Homemade Kefir Milk Recipe


— By Tammy Kimbler


live kefir grains (a tablespoon or more)
1 quart milk
cheese cloth or dish towel
clean 1/2 pint jar
clean quart jar


Take your live kefir grains and place them in a clean 1/2 pint glass jar or non-reactive container. Cover with milk, leaving at least a 1/2 inch head space at the top, since sometimes the mixture expands from the bubbles. Cover the jar with a clean piece of cloth and tie with a string or rubber band. The kefir will release gases, so don’t seal it up to tight. Let the mixture stand 24 hours on the counter top.

The next day, check your small batch of kefir. The mixture should be thickened and may have separated into a raft of grains and curds with whey beneath. This is a good thing. Smell it. It should smell sweet, sour and yeasty, like milky fresh bread from the oven. If not much has happened, let it sit on the counter one more night and check it again. If it still hasn’t thickened or smells bad, you might have dead grains. Get some fresh ones and try it again. If all is well, proceed to step 2.

Take the whole small batch and put it in a clean glass quart jar. Top with more milk and stir well, this time leaving at least an inch of head space. Cover with cheese cloth and leave out over night. The next day, stir the kefir, then give it a taste. Some folks like a very mild kefir milk, others like it very sour and yeasty. Since I use mine mostly for baking, I like the strong kind. Leave it out another day or so for a stronger batch. Timing will also depend on how active your grains are, and how many you have. Mine are so active now that one night is enough to make a strong batch. If you like how it tastes, proceed to step 3.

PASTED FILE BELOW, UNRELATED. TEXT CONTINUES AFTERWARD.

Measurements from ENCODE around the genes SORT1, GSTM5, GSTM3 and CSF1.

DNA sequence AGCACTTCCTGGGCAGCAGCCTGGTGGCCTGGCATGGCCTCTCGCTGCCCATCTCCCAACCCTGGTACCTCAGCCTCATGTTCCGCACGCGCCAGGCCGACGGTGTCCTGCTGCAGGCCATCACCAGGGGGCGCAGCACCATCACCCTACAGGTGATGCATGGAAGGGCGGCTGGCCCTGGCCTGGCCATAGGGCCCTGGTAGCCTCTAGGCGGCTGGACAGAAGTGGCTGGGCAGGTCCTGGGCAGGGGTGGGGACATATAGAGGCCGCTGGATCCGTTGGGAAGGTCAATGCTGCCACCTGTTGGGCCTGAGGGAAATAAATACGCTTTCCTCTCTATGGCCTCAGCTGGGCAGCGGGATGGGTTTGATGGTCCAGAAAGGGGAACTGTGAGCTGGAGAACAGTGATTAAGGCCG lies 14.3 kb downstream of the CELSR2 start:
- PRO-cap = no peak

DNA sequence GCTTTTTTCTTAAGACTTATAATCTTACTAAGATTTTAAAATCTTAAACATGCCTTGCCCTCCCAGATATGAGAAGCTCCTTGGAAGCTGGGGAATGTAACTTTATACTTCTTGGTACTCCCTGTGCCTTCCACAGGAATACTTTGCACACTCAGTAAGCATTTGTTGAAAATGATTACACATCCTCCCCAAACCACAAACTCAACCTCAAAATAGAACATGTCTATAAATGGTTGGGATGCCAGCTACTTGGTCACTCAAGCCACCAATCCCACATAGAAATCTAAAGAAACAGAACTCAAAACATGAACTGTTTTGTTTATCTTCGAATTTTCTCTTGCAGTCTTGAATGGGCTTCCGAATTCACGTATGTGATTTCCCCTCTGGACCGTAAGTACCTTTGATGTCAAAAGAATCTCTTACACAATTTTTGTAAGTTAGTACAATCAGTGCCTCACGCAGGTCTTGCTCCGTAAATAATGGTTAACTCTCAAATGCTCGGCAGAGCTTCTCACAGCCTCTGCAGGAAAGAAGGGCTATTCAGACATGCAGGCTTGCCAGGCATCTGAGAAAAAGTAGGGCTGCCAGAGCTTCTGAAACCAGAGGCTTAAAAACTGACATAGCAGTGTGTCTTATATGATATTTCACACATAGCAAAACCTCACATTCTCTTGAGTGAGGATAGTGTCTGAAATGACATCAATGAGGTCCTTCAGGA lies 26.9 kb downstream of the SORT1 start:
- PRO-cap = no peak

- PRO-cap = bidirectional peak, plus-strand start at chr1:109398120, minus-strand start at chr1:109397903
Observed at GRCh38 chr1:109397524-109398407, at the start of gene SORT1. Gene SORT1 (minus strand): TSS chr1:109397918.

Strain the kefir milk through a mesh strainer to filter out the kefir grains. It’s OK if curds are still clinging to the grains. Top the strained milk with a 2 piece canning lid (these can burp if gas builds up) and put it in the refrigerator where it will last several weeks. Don’t be surprised if it’s quite bubbly when you use or drink it. Transfer the grains to another 1/2 pint jar, and recover with milk. If you don’t intend to make more kefir, you can cover it and put it in the refrigerator. It will slow down the bacterial action, but the grains should last a couple of weeks before you need to revive them on the countertop, then it’s back to step one.

Related Blog Post: Homemade Kefir and Pancakes
A chronicle of my adventures growing, preserving, cooking and eating from my garden and everywhere.